Ion Chromatography for Small Molecule Determination in Clinical and Pharmaceutical Studies

March 1, 2020

LCGC Asia Pacific

This article presents possible uses of ion chromatography and related techniques combined with various detection methods for clinical and pharmaceutical analysis of common inorganic and organic anions and cations. An overview of achievements in this area from the past 10 years is presented and the most important trends and development perspectives for ion chromatography are described.

In clinical and pharmaceutical research, the application of reliable, reproducible, and the best-available analytical methods and techniques are necessary because the quality of analysis may have a crucial effect on the health and life of patients. The role of inorganic and organic ions, as well as ionizable substances, is very important for health. A very useful instrumental method for this range is ion chromatography (IC) and related techniques. Various ion chromatography methods are used in clinical and pharmaceutical research mainly to determine inorganic anions and cations, metals and metalloids, as well as selected organic compounds. This article presents possible uses of ion chromatography and related techniques combined with various detection methods for clinical and pharmaceutical analysis of common inorganic and organic anions and cations. An overview of achievements in this area from the past 10 years is presented and the most important trends and development perspectives for ion chromatography are described.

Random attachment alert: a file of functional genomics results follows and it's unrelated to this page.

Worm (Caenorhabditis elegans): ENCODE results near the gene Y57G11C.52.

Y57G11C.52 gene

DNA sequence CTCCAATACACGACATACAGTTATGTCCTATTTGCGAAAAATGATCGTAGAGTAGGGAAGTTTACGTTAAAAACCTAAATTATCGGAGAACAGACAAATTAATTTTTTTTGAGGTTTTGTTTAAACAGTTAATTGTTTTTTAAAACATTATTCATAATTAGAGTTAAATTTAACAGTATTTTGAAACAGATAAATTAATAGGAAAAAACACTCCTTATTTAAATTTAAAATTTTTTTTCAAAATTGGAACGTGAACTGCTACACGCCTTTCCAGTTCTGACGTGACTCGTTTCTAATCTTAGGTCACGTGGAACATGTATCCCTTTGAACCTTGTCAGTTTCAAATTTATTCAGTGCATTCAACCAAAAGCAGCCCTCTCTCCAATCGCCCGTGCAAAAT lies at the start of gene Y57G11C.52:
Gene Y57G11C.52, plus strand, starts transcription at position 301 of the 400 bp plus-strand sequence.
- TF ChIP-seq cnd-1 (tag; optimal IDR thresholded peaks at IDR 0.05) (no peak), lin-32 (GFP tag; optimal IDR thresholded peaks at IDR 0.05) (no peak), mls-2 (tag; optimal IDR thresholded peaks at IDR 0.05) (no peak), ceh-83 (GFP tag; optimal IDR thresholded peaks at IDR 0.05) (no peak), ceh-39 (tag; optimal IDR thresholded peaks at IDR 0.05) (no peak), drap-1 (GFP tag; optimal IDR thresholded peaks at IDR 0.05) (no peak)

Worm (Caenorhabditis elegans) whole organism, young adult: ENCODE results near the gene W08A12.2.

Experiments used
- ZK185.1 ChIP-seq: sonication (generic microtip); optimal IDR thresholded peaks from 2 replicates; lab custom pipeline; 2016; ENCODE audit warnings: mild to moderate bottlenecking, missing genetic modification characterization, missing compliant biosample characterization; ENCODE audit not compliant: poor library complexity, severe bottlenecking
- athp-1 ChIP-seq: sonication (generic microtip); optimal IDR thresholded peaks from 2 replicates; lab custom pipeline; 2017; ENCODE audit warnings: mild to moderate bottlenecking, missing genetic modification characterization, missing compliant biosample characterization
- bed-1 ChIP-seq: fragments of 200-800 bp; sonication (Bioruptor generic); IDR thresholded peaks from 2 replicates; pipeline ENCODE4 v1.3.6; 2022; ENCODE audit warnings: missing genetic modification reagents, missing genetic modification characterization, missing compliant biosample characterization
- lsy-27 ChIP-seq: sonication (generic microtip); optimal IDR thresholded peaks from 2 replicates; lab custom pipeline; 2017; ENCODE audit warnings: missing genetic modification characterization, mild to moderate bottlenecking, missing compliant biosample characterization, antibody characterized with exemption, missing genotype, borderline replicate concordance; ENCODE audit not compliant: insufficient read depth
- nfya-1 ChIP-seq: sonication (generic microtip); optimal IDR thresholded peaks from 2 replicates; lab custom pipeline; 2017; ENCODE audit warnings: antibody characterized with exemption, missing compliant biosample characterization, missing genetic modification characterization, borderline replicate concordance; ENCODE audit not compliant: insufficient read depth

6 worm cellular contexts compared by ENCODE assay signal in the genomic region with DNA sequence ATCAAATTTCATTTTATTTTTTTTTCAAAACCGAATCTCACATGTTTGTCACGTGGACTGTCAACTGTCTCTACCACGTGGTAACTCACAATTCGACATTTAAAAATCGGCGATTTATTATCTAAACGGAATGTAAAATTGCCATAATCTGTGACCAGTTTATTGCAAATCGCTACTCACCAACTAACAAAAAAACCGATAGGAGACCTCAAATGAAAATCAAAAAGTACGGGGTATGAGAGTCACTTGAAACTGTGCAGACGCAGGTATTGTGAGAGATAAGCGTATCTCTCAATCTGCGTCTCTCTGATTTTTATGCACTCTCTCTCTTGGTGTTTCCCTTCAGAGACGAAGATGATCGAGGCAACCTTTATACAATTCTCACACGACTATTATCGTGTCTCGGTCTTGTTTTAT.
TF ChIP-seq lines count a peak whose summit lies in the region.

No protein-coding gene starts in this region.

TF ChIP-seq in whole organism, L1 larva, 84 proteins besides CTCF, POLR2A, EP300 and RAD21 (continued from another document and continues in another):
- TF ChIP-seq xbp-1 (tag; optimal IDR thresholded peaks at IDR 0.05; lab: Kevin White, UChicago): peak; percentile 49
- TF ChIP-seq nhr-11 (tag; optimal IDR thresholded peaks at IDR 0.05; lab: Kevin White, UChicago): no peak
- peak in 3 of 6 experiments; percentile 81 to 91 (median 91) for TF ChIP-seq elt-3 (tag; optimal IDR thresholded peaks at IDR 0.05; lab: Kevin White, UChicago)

Elements and chemical substances, particularly those that may be analyzed using ion chromatography (IC) and related techniques, play an important role in regular human health and life quality. This mainly concerns inorganic anions (F-, Cl- NO3-, PO43-, SO42-) and cations (Na+, K+, Mg2+, Ca2+), selected metals and metalloids (Fe, Cu, Al, Zn, As, Cd, Mn), and organic compounds (amines, carboxylic acids, carbohydrates, peptides, proteins). Depending on the concentration and action time, these substances have a considerable impact on living organisms. Analyses of selected ions in body fluids or tissues can help to understand the causes of various neurological, cardiological, osteoarticular, dermatological, endocrinological, or gynaecological disorders, and their determination is helpful in disease diagnosis, forensic science, and in judicial cases. The use of IC in the pharmaceutical industry is equally important and promising. In recent years, there has been a lot of verified information about the demise of patients caused by consumption of fake medications, medical products, or dietary supplements. It is estimated that half of pharmaceuticals present in the global market are forged (1). The medications and dietary supplements available in the market must be identically effective in terms of therapeutic properties and safety for consumers. Providing a reproducible composition of pharmaceuticals or dietary supplements is related to a very strict quality control of each product series (2).

Ion Chromatography and Related Techniques in Clinical and Pharmaceutical Analysis